Miss Scarlett in the Ballroom with the Candlestick
A Man in Pajamas by Lee H. Adams
Review by independent reviewer Michael H. Kaffrey

When the movie “Clue,” starring Tim Curry, hit the big screen in 1985, it sparked a worldwide craze and renewal of interest in the old-fashioned “Who Done It.” Immediately following its success the arts were flooded with a barrage of novels, plays, screenplays, and even in-home, do-it-yourself murder mystery dinner party game sets. The obsession with solving the mystery sharpened our senses, heightened our awareness, and provided a fun and entertaining experience all at the same time.

I will admit that I have seen my fair share of murder mysteries over the years, and I would be remiss in saying that I didn’t have some preconceived notions of what to expect, or rather what not to expect, when I attended The Mystery Café’s production of A Man in Pajamas at St. Croix Off Broadway Dinner Theatre on its opening night. In addition, having previously seen several productions at this very theatre and knowing that this particular show was a departure from the norm in terms of the overall architecture of the performance and dinner service, I had more than a few reservations.

Nevertheless, it is my job as a reviewer to set aside those preconceived notions and come to watch the show with an open mind. Although, more often than not, all of my years in the theatre repeatedly prove that my gut feeling is always right. Lee H. Adams, founder of The Mystery Café’ and writer, director, and star of A Man in Pajamas, has clearly solved the mystery of just what components go into making the perfect murder mystery.

Obviously, the ultimate goal of any mystery is to solve the case. Depending on the personality there are some folks out there who are simply put-off by this. Their goal is to be entertained and to not have to think about or figure anything out. Audience members need not worry about that with this show. Rest assured it is not a test. It is a show . . . and a very good one at that. Lee Adams bellows as Private Eye Chase Taylor, “How the hell am I supposed to find anything out with you guys coming and going like reality shows around here?” Any pressure felt to actually solve the mystery is immediately dissolved just minutes into the performance.

That said, the experience is significantly more enjoyable when you do play along and try to solve the crime. The playbill even offers every audience member bribe money to present to the characters by asking questions to help acquire additional clues and information and a Super Sleuth ballot to attempt to solve the crime at the end. Keeping my review notes separate from my mystery notes and clues was admittedly a challenge, but well worth the flipping back and forth. Best of all, the collective “brain-trust” at our table did solve the crime and got a fun little prize at the end of the night (though you’ll have to go yourself to see just what that is!).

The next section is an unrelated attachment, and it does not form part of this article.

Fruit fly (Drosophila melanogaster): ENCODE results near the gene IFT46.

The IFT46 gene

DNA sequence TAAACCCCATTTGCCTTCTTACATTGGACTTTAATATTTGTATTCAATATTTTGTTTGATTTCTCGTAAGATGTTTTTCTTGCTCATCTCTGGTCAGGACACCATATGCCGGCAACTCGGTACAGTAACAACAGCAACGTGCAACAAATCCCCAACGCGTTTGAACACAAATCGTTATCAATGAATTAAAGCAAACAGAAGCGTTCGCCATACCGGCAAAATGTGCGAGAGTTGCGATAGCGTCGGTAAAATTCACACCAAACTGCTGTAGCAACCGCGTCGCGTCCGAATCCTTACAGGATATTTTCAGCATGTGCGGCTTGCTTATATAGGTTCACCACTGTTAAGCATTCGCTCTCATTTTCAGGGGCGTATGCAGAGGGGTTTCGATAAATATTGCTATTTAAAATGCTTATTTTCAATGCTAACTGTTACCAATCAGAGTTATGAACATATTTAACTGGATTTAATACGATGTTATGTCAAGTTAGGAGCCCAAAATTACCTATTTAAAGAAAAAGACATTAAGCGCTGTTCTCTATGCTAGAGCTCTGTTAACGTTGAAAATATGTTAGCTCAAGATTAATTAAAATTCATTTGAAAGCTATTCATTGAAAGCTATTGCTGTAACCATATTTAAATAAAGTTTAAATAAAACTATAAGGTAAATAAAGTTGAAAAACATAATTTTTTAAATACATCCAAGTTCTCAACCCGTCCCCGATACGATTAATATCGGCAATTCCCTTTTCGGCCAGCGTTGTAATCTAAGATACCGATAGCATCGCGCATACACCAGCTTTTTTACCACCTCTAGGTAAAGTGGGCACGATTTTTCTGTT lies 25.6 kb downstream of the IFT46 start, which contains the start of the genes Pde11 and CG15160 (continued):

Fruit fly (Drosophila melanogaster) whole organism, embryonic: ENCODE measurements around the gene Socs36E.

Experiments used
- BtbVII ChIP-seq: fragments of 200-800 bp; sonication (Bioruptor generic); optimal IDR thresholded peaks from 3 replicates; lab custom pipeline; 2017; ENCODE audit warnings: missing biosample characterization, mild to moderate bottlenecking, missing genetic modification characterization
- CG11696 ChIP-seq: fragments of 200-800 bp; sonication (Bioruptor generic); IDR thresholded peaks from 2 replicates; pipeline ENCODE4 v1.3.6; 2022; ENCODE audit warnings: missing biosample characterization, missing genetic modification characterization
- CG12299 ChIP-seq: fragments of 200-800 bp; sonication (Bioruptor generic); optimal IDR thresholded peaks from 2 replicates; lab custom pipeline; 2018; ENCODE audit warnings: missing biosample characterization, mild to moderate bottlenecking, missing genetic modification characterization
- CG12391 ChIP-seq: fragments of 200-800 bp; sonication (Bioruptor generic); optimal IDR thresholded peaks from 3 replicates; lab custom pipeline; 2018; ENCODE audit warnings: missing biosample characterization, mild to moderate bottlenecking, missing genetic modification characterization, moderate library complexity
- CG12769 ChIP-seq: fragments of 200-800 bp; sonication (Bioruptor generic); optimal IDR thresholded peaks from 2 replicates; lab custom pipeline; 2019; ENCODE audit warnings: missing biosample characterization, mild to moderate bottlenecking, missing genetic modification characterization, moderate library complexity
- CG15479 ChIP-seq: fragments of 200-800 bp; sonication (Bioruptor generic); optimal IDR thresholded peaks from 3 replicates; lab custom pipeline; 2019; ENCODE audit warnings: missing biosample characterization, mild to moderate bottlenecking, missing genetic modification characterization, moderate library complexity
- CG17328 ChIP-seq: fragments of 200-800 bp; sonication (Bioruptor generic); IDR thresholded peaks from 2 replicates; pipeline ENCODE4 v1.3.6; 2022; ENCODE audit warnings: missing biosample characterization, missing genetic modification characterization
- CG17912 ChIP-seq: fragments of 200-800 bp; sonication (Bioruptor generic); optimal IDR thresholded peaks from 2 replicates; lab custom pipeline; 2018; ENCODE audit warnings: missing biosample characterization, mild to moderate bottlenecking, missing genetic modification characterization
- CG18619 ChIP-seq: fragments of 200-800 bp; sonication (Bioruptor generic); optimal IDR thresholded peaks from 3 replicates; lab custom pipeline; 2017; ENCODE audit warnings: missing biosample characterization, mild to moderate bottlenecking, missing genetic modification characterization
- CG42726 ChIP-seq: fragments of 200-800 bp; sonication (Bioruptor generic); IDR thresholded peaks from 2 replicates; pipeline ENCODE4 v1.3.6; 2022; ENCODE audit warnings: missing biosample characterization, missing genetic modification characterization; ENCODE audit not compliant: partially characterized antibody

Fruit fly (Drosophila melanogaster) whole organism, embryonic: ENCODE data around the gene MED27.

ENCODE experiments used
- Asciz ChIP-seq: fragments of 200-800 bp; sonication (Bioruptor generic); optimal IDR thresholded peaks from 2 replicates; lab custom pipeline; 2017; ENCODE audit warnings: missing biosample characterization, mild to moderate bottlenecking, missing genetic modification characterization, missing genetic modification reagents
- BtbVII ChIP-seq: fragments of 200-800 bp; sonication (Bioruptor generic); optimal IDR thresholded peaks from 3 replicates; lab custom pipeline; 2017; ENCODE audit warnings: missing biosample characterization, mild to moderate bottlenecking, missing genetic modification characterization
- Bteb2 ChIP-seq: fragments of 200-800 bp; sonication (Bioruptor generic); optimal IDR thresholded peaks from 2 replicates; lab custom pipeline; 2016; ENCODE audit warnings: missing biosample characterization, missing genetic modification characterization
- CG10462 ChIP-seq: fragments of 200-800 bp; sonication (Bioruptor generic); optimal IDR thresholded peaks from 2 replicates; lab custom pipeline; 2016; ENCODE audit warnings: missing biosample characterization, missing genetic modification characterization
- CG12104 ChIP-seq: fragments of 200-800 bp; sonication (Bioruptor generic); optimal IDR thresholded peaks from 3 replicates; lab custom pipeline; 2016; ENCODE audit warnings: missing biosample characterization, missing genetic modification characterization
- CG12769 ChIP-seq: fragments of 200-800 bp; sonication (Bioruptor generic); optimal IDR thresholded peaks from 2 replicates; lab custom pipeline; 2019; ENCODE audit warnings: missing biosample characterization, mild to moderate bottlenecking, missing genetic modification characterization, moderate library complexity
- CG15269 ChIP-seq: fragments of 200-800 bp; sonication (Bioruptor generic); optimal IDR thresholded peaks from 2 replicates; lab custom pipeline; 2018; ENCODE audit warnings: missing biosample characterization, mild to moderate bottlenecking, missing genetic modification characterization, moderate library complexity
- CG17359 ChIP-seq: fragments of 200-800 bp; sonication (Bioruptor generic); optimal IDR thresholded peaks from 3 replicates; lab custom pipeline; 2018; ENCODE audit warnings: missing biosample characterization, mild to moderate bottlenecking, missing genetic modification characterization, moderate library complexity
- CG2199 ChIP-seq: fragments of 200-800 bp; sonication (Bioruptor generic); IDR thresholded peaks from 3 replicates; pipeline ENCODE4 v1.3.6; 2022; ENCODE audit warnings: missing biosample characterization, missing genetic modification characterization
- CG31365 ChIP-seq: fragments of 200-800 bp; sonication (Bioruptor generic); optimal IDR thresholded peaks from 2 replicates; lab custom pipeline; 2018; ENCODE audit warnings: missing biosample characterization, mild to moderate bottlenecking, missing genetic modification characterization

Unlike the more traditional dinner theatre style where you are served your meal, watch the first act, have dessert at intermission, and then watch the conclusion of the play, A Man in Pajamas is performed in four scenes ranging from 15 to 25 minutes in length with three breaks in between. The audience arrives during the first half hour and has drinks and appetizers as usual with the first scene immediately following. During the first break the salad course is served, followed by scene two, and then the main course during the second break. The third scene follows and during the final break dessert is served, which leads directly into the conclusion of the play. Leading into each break Detective Taylor announces he will use his sleuthing abilities to “find us” our next course.

I had some concern about this initially for multiple reasons. First, like many of us, I enjoy eating my meal first and then sitting back and enjoying the show. More importantly, I worried that dividing the play up into four parts may cause the play to feel disconnected and difficult to follow. However, the script is written brilliantly and the scenes are highly entertaining, hilarious, and fly by in no time at all. And, with every break, more delicious food is placed on the table, and that is a win-win in my book. On the flip side audiences need not be concerned with having enough time during these breaks to finish any given course. Stage manager Greg Lund and the rest of the wait staff carefully monitor the house to ensure everyone has had enough time to finish up before moving on to the next scene. The entire production is a well-oiled machine.

What keeps the show connected even during these three breaks is that the actors do not get a break. Between each scene the actors stay in character and interact with each other and mingle with the audience in an effort to provide additional clues to the case. Here again, there are some theatre patrons who are intimidated by up-close and personal interaction with the actors. They’d rather sit back and not be bothered. Let me though dispel any unrest for those that fit this description. The actors do not single out any audience member and only spend brief amounts of time at each table. If you are one of those that would rather not be bothered, don’t panic. The actors can tell and they will leave you be without excluding you entirely.